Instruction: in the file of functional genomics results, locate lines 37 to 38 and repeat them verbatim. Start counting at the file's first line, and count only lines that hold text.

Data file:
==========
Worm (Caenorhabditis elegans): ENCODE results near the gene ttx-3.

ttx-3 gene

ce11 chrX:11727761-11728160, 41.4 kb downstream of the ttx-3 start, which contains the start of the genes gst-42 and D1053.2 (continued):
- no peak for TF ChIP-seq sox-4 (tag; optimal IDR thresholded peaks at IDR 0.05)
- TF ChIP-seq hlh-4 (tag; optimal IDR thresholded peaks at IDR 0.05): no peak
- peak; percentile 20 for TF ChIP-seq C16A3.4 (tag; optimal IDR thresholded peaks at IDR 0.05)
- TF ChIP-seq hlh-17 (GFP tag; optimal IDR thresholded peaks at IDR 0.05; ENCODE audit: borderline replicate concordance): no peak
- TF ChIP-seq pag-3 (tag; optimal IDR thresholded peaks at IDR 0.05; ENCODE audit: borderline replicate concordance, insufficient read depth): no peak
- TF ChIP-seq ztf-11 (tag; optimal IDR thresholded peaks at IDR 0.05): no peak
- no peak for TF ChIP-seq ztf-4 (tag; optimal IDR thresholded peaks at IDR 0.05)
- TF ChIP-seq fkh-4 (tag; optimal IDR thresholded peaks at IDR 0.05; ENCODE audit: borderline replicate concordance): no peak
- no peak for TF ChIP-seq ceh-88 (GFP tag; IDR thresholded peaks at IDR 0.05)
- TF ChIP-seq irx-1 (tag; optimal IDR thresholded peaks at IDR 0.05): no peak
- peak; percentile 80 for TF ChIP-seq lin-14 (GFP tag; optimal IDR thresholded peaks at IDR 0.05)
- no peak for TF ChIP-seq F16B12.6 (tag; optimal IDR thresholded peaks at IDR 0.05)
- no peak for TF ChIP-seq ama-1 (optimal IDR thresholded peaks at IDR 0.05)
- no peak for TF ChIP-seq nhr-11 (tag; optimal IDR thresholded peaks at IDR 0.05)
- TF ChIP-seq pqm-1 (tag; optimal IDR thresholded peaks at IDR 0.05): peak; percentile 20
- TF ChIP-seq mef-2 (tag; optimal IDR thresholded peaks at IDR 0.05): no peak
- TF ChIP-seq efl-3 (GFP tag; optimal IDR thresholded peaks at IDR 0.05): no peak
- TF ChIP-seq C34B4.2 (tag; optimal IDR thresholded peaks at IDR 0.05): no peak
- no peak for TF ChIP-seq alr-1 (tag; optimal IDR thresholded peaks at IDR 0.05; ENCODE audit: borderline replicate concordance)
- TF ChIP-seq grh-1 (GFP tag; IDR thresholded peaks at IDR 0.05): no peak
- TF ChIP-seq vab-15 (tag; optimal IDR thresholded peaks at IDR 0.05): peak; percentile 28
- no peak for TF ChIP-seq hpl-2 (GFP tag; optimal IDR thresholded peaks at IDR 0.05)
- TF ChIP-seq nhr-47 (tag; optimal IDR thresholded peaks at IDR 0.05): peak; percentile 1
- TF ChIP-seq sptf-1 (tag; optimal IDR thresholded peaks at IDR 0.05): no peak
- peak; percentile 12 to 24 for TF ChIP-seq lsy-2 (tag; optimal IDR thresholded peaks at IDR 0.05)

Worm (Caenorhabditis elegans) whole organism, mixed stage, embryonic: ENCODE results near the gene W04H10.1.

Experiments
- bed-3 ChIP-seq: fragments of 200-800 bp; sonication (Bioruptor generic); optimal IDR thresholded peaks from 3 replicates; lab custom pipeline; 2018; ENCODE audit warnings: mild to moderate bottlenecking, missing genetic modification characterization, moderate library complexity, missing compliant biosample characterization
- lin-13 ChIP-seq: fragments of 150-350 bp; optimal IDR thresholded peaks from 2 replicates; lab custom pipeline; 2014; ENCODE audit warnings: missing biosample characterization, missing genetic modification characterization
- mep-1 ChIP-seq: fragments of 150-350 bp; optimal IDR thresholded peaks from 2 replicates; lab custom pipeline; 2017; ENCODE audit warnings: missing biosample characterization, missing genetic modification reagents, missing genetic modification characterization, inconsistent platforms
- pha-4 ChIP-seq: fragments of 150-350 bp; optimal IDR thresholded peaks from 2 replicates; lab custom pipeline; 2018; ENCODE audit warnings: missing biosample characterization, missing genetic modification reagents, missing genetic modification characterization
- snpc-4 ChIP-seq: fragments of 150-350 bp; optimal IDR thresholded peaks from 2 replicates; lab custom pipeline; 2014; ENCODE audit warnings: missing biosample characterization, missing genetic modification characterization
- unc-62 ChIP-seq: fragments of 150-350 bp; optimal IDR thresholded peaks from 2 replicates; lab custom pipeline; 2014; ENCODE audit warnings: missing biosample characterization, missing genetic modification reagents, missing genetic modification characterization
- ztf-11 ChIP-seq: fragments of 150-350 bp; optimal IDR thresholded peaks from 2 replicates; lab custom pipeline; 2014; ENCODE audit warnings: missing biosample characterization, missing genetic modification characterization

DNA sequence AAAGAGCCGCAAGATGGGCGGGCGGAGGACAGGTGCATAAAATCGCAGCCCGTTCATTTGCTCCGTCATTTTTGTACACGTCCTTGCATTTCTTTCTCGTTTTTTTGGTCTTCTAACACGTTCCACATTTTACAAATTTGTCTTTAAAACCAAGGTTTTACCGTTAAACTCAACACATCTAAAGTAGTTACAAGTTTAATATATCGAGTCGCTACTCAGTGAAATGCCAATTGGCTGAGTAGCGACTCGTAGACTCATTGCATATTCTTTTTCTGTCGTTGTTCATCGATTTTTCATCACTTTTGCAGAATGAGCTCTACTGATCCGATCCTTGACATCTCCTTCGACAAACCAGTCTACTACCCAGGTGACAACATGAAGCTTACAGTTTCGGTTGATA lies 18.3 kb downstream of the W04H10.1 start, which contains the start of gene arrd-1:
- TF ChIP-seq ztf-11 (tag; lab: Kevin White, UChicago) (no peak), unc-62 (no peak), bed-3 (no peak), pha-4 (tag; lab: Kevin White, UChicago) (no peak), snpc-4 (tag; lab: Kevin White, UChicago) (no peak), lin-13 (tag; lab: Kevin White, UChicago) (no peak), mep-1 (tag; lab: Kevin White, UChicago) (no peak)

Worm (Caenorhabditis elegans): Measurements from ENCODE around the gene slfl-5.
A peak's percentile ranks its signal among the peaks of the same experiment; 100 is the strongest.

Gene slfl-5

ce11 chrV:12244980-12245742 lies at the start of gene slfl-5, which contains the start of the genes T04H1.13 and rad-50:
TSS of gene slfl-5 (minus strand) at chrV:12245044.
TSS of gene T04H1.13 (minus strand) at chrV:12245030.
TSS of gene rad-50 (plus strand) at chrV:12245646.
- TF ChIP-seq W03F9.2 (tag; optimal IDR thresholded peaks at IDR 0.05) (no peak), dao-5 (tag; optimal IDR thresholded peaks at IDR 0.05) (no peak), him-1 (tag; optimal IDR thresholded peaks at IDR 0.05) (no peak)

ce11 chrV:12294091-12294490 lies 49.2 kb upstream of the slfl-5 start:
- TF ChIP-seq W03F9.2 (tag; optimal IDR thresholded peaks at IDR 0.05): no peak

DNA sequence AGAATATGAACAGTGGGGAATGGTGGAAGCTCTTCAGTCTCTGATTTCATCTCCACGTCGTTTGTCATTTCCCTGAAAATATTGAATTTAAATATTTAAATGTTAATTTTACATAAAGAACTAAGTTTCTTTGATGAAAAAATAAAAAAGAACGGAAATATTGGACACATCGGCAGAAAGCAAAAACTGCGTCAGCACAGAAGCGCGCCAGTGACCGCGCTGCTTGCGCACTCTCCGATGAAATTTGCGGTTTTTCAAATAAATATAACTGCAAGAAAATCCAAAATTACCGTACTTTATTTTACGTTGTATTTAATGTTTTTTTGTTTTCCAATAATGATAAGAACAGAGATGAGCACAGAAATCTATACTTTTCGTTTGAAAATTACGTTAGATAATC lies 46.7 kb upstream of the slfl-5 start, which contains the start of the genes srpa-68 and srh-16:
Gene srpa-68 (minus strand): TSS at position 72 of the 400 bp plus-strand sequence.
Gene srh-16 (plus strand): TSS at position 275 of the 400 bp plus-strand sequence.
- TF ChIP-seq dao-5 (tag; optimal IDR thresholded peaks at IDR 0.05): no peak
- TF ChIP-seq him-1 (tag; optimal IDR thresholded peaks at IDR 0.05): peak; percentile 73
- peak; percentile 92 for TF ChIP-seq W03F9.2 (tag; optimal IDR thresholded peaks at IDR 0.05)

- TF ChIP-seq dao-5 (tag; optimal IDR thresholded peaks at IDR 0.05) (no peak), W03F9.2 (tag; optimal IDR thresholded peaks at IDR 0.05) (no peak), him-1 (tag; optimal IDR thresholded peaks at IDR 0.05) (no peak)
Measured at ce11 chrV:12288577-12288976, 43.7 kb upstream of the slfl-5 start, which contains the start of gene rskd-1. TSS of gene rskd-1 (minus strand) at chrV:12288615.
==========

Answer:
- ztf-11 ChIP-seq: fragments of 150-350 bp; optimal IDR thresholded peaks from 2 replicates; lab custom pipeline; 2014; ENCODE audit warnings: missing biosample characterization, missing genetic modification characterization

DNA sequence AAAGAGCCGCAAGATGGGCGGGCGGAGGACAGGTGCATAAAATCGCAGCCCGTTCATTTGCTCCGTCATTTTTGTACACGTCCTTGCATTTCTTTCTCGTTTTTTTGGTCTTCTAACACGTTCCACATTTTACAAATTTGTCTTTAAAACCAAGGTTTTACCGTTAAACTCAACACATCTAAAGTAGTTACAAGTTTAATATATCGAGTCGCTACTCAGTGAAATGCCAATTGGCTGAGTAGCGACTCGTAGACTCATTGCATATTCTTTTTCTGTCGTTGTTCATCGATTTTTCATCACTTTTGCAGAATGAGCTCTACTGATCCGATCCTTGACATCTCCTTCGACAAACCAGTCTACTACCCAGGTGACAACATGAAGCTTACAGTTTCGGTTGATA lies 18.3 kb downstream of the W04H10.1 start, which contains the start of gene arrd-1: